One colleaque that Holdren quoted envisioned "crocodiles off of Greenland and palm trees in Wyoming."

This Environmental News Service release states the case and offers suggestions on what we need to do next.

Monday, February 19, 2007

Cheap Solar Power Soon

One obstacle to the widespread adoption of solar power has been the capital cost difference between typical carbon-based energy sources and solar power. In the 1970's, solar power cost around $100 per watt. Today, it varies between $3 and $4 per watt. According to Anil Sethi of the Swiss firm Flisom, as reported in this article published in the Telegraph in Britain, the cost of solar power will be around $.80 a watt within 5 years. This will bring the cost below the comparable carbon-based fuel costs, which currently stand near $1 per watt.

The key is a a semiconductor compound (CuInGaSe2) embedded in a thin, lightweight polymer substrate that can be manufactured in rolls, unlike today's glass-based solar panels. Quoted in the article, Sethi said:

"It'll even work on a cold, grey, cloudy day in England, which still produces 25pc to 30pc of the optimal light level. That is enough, if you cover half the roof," he said.

"We don't need subsidies, we just need governments to get out of the way and do no harm. They've spent $170bn subsidising nuclear power over the last thirty years," he said.

His ultra-light technology, based on a copper indium compound, can power mobile phones and laptop computers with a sliver of foil.

A number of other solar technologies using other materials are also showing promise of breaking the $1 per watt barrier within a decade and, in a couple of cases, within two or three years. The solar power industry is poised to obviate our long-term reliance on centralized fossil-based power plants and expensive, dangerous nuclear power.

Sunday, February 18, 2007

Future Be Damned, Oil Consumption Rises

If the master forecasters behind the largest energy firms in the U.S. have their projections right, consumption of fossil fuels--the major cause of greenhouse gases released into the atmosphere--isn't going to be cut back any time soon. In fact, it's going to be increased. The Department of Energy predicts that the combined consumption of oil, coal, and gas will rise 35 percent by 2030.

In this article posted to Alternet.org, Michael Klare showcases the trends taking place:

Because Americans show no inclination to reduce their consumption of fossil fuels -- but rather are using more and more of them all the time -- one can foresee no future reduction in U.S. emissions of GHGs. According to the DoE, the United States is projected to consume 35 percent more oil, coal, and gas combined in 2030 than in 2004; not surprisingly, the nation's emissions of carbon dioxide are expected to rise by approximately the same percentage over this period. If these projections prove accurate, total U.S. carbon dioxide emissions in 2030 will reach a staggering 8.1 billion metric tons, of which 42 percent will be generated through the consumption of oil (most of it in automobiles, vans, trucks, and buses), 40 percent by the burning of coal (principally to produce electricity), and the remainder by the combustion of natural gas (mainly for home heating and electricity generation). No other activity in the United States will come even close in terms of generating GHG emissions.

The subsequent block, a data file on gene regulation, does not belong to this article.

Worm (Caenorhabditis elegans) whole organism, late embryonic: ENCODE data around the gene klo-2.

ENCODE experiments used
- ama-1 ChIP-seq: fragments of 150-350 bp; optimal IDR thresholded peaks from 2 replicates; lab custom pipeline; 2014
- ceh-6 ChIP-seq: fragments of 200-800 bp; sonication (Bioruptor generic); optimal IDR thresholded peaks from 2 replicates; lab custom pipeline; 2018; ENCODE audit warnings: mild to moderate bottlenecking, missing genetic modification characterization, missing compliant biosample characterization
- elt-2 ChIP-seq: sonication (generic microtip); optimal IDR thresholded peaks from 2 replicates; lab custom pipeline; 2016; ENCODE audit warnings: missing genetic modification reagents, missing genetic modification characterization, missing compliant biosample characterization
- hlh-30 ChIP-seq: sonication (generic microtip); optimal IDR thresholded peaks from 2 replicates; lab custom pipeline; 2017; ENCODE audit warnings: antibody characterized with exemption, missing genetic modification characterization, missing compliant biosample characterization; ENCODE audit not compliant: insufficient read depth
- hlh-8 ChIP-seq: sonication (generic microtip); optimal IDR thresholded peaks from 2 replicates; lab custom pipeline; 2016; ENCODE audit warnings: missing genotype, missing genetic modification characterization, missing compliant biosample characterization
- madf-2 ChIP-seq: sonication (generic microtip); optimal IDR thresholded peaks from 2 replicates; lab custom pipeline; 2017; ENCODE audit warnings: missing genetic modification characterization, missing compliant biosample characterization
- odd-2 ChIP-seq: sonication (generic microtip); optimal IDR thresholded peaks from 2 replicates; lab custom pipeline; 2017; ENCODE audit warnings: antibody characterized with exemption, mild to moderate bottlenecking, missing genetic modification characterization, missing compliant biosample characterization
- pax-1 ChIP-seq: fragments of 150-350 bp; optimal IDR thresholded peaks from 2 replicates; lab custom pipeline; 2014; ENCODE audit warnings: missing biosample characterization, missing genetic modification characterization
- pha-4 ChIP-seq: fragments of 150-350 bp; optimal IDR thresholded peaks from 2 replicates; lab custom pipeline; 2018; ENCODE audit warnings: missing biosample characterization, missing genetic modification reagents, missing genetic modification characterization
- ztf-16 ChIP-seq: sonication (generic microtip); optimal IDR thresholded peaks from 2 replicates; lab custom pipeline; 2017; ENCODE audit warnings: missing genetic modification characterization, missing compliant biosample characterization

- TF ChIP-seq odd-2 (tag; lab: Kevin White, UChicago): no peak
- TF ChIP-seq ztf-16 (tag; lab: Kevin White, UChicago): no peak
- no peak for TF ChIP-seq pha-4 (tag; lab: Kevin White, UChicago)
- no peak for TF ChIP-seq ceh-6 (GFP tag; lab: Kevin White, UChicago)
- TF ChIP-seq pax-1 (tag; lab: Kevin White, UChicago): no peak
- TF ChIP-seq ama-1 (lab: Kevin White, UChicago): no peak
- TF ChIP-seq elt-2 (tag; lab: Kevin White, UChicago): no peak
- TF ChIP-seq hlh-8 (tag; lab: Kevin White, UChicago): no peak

The rock-headed stubbornness of our business and political leadership in the U.S. defies belief. Faced with a potential planetary catastrophe of monumental proportions, many continue yammering about short-term economic concerns of the energy market. It's a bit like pontificating on beachfront property values while a gargantuan tsunami is minutes away from demolishing every building on the beach.

A quote from the article nicely sums up this attitude:
Typical of this approach is a talk given by Rex W. Tillerson, the CEO of Exxon Mobil, at a conference organized by Cambridge Energy Research Associates on February 13. As head of the world's largest publicly traded energy firm, Tillerson receives special attention when he talks. That his predecessor Lee Raymond often disparaged the science of global warming lent his comments particular significance. Yes, Tillerson admitted, atmospheric carbon dioxide levels were increasing, and this contributed to the planet's gradual warming. But then, in language characteristic of the industry, he added, "The scale advantages of oil and natural gas across a broad array applications provide economic value unmatched by any alternative." It would therefore be a terrible mistake, he added, to rush into the development of energy alternatives when the consequences of global warming are still not fully understood.